Hannah's face after 2 bowls of chocolate mousse

And to cap it all off, who could resist a freaking baby beluga? I am not made of stone, people.

The baby beluga and I share a moment

Here’s the point I’m getting at – I don’t think there’s anything wrong with brands connecting with bloggers, and hoping for a little bit of cross-promotion. We all just have to make our own decisions about what does and does not work for us. And if you throw in the chance to share a moment with a baby beluga, well, that never hurt anyone, either.

What do you think makes for a great evening out with your kids? Do you find baby belugas as irresistible as I do? And do you have a killer recipe for chocolate mousse? Please share!

PS – I’m still looking for your feedback. So please, take a moment to share the love and complete my reader survey. I’d really appreciate it!

Vancouver Birth Lounge

I have been talking about Crafting my Life pretty much non-stop around here. I’m working hard to set the example that self-promotion is OK, because it is. I’m borrowing inspiration from Danielle LaPorte’s fabulous “radiate and state the facts” philosophy. But, that’s not all I’m working on.

I still have a book dream! If you haven’t heard about this, or you’ve forgotten, my big book idea involves collecting stories from first-time parents who welcomed their baby while living in Canada. I’m looking for pregnancy stories, birth stories, adoption stories, breastfeeding (or not breastfeeding) stories and stories about adjusting to life with a newborn. I’m collecting these stories because I believe that stories are important, and because I believe that there are very few books or resources that speak to the Canadian experience.

Putting on my aspiring birthy-baby-author hat, I want to tell you about a local Vancouver event that’s sort of up my alley. It’s BirthFest 2011, presented by the fabulous Birth Lounge collective. The collective got together out of their desire to create a community of care for expectant and new families. There are midwives, childbirth educators, a mama-run cloth diaper shop, mom and baby fitness instructors and more. All the kinds of people who make my hippie mama soul sing.

Their website says:

We’ve all heard that “it takes a village to raise a child,” but how many of us know what our village really has to offer? Local families are invited to discover their village with the wonderful support offered by members of Vancouver’s Birth Lounge.

See? My people, creating a village.

I’ll be dropping by this free community festival, and if you’re local, you might want to check it out, too. Here are the details:

When: Saturday, February 26, 2011 from 11am – 4pm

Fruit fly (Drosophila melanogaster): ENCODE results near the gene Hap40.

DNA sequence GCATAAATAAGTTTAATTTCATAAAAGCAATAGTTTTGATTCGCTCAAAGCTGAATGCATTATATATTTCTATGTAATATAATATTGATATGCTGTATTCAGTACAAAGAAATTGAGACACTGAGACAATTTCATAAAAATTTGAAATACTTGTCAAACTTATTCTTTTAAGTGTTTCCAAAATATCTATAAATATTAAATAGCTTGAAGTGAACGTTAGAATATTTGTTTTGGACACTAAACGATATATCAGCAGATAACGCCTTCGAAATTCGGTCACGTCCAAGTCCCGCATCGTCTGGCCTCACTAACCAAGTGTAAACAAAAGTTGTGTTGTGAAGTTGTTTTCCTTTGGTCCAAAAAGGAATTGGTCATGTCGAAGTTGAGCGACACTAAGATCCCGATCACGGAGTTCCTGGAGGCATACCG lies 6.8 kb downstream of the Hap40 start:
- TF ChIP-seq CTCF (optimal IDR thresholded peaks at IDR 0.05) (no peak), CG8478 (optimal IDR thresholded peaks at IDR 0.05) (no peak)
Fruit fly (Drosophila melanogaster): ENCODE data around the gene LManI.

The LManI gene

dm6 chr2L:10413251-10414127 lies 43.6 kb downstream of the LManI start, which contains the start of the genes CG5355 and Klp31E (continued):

Where: Britannia Community Centre, Gym D
What: Shopping and services from over 50 vendors and organizations

To community, and babies!

A Date with Hannah

On Saturday, I was invited* to check out The Pod, a new art studio for kids in Vancouver’s Commercial Drive neighbourhood. Which is a lovely, vibrant part of East Vancouver, and not really earthy at all (cough Annemarie cough). Since my 5-year-old daughter Hannah considers herself to be a great artist, I couldn’t turn it down. And so Hannah and I headed out of the suburbs and into the city for some quality one-on-one time. And of course, I crossed my fingers the whole way that I wouldn’t have to do any tricky parallel parking. Luckily, I did not. Crisis averted!

We managed to find the studio and arrived on time. And we discovered that on this beautiful fall Saturday, we had the whole place to ourselves. I suppose that all the other children were out enjoying the weather. Suckers.

Hannah arriving at The Pod
Hannah arriving at The Pod

We met Carlin Sandor, the creator of The Pod. She has a background in art, but worked for the government for years before she was laid off. While doing childcare to make ends meet, she was struck with idea of an art studio for kids. I love that she’s on her own Crafting my Life journey – I groove on people doing their Thing. And this is her Thing. She has dreams of expansion, and knitting circles, and sewing groups for teenagers, and a thriving centre for people of all ages to come and do art and handcrafts together. On so many levels, Carlin is singing my tune.

We made purses using bubble mailers and hockey tape. Before opening The Pod, Carlin did a bunch of focus groups with parents. There were two main themes that came out of those – make something useful, and don’t use glitter. I feel those parents – glitter is lovely, but evil.

Colouring before we get underway
Hannah colours before the class begins

Carlin shows Hannah what she'll be making
Carlin shows Hannah what she’ll be making

Hannah cutting some tape
Hannah cuts some tape, with a little help